OBJECTIVE: To compare the fall history between older adults with and without a previous stroke and to identify the determinants of falls and fear of falling in older stroke survivors.
DESIGN: Case-control observational study.
SETTING: Primary teaching hospital.
PARTICIPANTS: Seventy-five patients with stroke (mean age ± standard deviation, 66 ± 7 years) and 50 age-matched control participants with no previous stroke were tested.
METHODS: Fall history, fear of falling, and physical, cognitive, and psychological function were assessed. A χ2 test was performed to compare characteristics between groups, and logistic regression was performed to determine the risk factors for falls and fear of falling.
MAIN OUTCOME MEASURES: Fall events in the past 12 months, Fall Efficacy Scale-International, Berg Balance Scale, Functional Ambulation Category, Fatigue Severity Scale, Montreal Cognitive Assessment, and Patient Healthy Questionnaire-9 were measured for all participants. Fugl-Meyer Motor Assessment was used to quantify severity of stroke motor impairments.
RESULTS: Twenty-three patients and 13 control participants reported at least one fall in the past 12 months (P = .58). Nine participants with stroke had recurrent falls (≥2 falls) compared with none of the control participants (P < .01). Participants with stroke reported greater concern for falling than did nonstroke control participants (P < .01). Female gender was associated with falls in the nonstroke group, whereas falls in the stroke group were not significantly associated with any measured outcomes. Fear of falling in the stroke group was associated with functional ambulation level and balance. Functional ambulation level alone explained 22% of variance in fear of falling in the stroke group.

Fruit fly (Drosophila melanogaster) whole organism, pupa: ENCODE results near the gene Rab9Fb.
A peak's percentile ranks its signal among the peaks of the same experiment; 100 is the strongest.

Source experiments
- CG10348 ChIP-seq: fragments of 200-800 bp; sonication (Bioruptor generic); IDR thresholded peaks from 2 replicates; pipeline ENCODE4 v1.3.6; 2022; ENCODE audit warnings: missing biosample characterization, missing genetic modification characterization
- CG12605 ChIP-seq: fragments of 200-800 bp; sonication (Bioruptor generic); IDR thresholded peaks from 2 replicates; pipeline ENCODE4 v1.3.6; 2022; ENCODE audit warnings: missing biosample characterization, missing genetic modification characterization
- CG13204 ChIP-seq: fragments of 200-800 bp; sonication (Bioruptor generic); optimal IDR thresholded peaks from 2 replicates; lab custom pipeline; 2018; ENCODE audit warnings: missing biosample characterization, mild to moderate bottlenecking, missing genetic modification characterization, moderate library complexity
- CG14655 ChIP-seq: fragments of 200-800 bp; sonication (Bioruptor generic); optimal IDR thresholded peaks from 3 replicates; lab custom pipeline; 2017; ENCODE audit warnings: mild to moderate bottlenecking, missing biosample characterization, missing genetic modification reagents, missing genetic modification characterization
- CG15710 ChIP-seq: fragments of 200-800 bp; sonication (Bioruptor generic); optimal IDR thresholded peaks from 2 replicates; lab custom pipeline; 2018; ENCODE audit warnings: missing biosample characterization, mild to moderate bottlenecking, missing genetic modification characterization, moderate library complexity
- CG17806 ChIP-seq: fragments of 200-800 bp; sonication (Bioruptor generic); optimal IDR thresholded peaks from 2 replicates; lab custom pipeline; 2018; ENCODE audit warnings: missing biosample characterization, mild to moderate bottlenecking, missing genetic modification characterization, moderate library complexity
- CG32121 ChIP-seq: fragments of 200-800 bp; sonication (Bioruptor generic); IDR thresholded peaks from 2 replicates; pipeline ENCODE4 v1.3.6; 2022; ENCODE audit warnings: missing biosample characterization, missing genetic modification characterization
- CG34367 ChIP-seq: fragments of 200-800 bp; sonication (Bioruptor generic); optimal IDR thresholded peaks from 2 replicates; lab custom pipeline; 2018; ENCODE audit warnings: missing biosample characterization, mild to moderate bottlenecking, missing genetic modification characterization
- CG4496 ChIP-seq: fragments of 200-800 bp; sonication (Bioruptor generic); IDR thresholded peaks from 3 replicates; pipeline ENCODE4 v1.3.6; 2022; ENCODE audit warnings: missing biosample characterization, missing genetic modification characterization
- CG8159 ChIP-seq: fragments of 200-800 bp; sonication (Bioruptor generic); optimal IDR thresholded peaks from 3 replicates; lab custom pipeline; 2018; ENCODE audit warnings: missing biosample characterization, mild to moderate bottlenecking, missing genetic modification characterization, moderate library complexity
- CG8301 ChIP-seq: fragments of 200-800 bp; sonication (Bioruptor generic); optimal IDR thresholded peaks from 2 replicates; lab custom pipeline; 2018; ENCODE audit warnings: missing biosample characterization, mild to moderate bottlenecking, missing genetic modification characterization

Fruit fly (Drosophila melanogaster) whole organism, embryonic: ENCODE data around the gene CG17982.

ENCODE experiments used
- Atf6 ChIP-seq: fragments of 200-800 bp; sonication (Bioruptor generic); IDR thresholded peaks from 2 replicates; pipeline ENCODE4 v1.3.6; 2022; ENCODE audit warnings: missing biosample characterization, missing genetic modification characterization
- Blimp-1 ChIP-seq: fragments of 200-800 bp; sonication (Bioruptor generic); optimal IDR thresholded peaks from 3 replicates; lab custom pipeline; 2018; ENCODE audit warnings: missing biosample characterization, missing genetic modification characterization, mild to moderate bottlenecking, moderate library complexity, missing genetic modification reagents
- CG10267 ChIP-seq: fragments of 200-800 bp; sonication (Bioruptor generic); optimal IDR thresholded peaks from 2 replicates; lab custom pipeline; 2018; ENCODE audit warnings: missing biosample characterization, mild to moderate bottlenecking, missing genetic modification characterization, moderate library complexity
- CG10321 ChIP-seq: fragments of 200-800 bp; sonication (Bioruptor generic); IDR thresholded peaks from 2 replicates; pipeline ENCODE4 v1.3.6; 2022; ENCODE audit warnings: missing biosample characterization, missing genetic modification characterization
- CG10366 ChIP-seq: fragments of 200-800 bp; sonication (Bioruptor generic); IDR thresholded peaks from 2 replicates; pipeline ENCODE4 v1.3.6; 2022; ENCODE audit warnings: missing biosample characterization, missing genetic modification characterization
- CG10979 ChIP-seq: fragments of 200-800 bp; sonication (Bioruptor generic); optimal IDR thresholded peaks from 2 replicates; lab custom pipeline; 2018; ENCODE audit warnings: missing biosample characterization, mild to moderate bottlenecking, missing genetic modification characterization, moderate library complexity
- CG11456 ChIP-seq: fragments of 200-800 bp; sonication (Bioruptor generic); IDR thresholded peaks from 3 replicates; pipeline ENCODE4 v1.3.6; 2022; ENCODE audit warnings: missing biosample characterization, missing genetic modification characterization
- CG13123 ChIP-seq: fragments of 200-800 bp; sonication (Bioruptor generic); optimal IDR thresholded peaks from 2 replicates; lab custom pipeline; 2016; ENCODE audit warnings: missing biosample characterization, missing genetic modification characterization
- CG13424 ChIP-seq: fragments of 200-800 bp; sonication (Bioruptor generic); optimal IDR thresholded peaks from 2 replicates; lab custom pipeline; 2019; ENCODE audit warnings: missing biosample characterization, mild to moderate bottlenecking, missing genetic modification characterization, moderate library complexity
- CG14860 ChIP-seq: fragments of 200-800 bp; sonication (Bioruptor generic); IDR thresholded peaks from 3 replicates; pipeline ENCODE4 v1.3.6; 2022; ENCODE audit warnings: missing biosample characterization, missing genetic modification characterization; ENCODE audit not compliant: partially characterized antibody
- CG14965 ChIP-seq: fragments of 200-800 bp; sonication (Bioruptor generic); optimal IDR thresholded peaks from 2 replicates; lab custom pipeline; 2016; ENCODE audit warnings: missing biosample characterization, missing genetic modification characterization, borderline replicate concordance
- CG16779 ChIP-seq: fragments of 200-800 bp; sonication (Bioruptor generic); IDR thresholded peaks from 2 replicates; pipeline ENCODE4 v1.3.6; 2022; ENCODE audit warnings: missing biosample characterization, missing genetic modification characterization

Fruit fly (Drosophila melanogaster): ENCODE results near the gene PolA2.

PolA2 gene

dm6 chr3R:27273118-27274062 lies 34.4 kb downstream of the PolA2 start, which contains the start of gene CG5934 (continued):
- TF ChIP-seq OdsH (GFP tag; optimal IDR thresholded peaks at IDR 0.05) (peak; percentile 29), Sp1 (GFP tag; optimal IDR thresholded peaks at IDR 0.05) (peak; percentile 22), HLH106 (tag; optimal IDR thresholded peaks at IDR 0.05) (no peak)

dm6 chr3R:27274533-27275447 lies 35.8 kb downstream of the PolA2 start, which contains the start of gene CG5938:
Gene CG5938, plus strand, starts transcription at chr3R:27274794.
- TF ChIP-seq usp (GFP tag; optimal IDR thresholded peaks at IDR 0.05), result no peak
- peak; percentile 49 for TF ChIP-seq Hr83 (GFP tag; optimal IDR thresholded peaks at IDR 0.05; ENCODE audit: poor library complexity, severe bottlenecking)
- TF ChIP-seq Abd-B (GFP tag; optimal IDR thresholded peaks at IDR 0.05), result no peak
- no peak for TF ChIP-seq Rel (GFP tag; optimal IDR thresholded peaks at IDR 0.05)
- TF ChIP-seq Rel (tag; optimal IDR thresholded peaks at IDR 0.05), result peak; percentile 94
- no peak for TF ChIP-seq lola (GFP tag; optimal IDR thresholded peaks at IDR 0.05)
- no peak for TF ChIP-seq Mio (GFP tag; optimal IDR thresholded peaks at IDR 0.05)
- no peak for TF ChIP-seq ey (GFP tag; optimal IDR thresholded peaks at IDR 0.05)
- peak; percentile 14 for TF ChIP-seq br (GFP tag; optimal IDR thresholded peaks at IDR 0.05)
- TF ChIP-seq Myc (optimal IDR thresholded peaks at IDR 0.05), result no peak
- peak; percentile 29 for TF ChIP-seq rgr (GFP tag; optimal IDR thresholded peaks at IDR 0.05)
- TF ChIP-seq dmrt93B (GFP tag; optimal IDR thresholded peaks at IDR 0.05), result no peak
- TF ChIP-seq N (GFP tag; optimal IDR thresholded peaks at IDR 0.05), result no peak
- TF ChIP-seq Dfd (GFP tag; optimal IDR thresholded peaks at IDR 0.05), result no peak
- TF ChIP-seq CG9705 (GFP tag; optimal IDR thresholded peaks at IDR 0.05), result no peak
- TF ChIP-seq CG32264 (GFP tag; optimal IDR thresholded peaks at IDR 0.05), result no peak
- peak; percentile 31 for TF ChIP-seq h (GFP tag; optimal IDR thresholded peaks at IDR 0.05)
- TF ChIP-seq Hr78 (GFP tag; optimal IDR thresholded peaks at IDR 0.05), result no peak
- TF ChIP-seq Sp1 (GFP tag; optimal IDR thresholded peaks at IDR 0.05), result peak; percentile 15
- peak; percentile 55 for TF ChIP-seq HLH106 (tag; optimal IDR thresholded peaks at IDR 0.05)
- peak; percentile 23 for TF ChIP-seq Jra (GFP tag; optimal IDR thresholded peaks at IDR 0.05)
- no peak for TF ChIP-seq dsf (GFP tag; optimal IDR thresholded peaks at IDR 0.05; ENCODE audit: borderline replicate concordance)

CONCLUSIONS: Compared with persons without a stroke, patients with stroke were significantly more likely to experience recurrent falls and fear of falling. Falls in patients with stroke were not explained by any of the outcome measures used, whereas fear of falling was predicted by functional ambulation level. This study has identified potentially modifiable risk factors with which to devise future prevention strategies for falls in patients with stroke.
LEVEL OF EVIDENCE: III.
RESEARCH DESIGN AND METHODS: A semistructured focus group interview was conducted with 53 participants with T2DM. Participants were purposefully sampled and asked to share their perspective on Ramadan fasting. All interviews were audio recorded, transcribed verbatim and analyzed thematically.
RESULTS: Participants reported optimism towards fasting during Ramadan, as they believed that fasting was beneficial to their overall well-being, and a time for family bonding. Most participants made limited attempts to discuss with their doctors on the decision to fast and self-adjusted their medication based on experience and symptoms during this period. They also reported difficulty in managing their diet, due to fear of hypoglycemia and the collective social aspect of fasting.
CONCLUSION: Muslims are optimistic about their well-being when fasting during Ramadan. Many choose to fulfill their religious obligation despite being discouraged by their doctors. Collaboration with religious authorities should be explored to ensure patients receive adequate education before fasting during Ramadan.
TRIAL REGISTRATION NUMBER: NCT02189135; Results.
METHOD: We report a series of cases of Malaysian women who had been suffering from vaginismus and 'infertility'. All the cases had never been attended to medically and there were long delays in seeking intervention. There was no history of traumatic sexual experience or any major psychiatric illness in these patients. Majority of the patients had prominent symptoms of anxiety.
CONCLUSION: The cases illustrate that it is important to rule out the possibility of vaginismus among patients with infertility. The former have unique psychological features which require psychological interventions.